CLINICAL QUERIES: Managing hypernatremia
Judith Sweeney MSN, RN

September 2010 
Volume 40  Number 9
Pages 63 - 63
  PDF Version Available!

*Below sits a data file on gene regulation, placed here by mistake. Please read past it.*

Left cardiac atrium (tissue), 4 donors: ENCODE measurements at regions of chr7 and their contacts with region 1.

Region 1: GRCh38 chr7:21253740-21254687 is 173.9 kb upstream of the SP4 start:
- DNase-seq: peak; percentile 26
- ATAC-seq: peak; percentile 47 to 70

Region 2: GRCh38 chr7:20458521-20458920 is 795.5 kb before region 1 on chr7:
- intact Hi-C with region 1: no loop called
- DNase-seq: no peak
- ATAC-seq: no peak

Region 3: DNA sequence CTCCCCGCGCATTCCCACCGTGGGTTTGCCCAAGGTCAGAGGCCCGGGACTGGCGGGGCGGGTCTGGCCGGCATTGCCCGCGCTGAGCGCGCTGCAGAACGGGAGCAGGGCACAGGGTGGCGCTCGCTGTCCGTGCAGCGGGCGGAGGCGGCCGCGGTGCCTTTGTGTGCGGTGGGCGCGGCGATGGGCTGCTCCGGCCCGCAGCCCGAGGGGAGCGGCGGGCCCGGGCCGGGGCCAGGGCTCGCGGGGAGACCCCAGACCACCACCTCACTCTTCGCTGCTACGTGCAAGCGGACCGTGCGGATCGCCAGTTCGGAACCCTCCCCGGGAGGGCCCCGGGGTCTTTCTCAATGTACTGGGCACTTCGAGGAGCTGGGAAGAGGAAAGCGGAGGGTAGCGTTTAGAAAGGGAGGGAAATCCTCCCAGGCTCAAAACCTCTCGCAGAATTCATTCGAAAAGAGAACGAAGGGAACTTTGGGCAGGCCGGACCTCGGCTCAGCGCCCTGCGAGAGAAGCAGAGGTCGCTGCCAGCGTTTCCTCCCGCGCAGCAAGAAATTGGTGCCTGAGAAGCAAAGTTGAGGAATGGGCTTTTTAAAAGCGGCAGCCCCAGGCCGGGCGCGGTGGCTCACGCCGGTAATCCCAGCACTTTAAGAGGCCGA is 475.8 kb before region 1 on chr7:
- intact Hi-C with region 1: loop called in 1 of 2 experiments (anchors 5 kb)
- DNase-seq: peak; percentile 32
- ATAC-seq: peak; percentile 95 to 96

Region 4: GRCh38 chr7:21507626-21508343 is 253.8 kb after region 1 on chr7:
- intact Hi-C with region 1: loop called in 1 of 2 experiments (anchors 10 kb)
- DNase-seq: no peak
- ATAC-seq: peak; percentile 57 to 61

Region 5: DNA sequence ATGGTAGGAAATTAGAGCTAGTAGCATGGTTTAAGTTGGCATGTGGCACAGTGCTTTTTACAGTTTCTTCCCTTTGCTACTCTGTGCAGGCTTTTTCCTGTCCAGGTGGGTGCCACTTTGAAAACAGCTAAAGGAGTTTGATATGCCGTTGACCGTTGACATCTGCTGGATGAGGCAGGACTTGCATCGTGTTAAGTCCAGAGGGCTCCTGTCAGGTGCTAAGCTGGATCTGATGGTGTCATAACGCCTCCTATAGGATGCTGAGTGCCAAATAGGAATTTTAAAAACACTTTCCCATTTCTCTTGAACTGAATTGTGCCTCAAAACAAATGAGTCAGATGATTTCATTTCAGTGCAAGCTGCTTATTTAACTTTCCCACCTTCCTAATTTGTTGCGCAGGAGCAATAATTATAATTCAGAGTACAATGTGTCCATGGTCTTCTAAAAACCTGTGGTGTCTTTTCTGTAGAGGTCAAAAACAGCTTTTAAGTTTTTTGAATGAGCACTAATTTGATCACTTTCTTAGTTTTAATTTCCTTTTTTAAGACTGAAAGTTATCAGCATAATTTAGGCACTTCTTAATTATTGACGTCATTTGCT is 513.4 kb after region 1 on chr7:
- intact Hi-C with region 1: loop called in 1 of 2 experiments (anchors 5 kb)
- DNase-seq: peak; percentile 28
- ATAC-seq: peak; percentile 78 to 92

My patient's serum sodium level was 153 mEq/L (normal, 135 to 145 mEq/L) and the healthcare provider prescribed an infusion of 5% dextrose in 0.45% sodium chloride solution. Why was a hypertonic, instead of a hypotonic, I.V. solution used to treat this patient's hypernatremia?—E.E., OKLA.Judith Sweeney, MSN, RN, replies:Osmolality, which reflects the concentration of solutes such as sodium and glucose in water, is indicated on the I.V. solution container. Tonicity refers to the effect that a solution's osmolality has on cell size because of water movement across the cell membrane.1 Because 0.9% sodium chloride solution is considered physiologically equal to the osmolality of plasma, it's an isotonic solution.Solutions with a higher concentration of solutes (such as sodium or glucose) than isotonic solutions are hypertonic. They increase the osmotic pressure in plasma, pulling fluid from the intracellular and interstitial spaces into the vascular compartment

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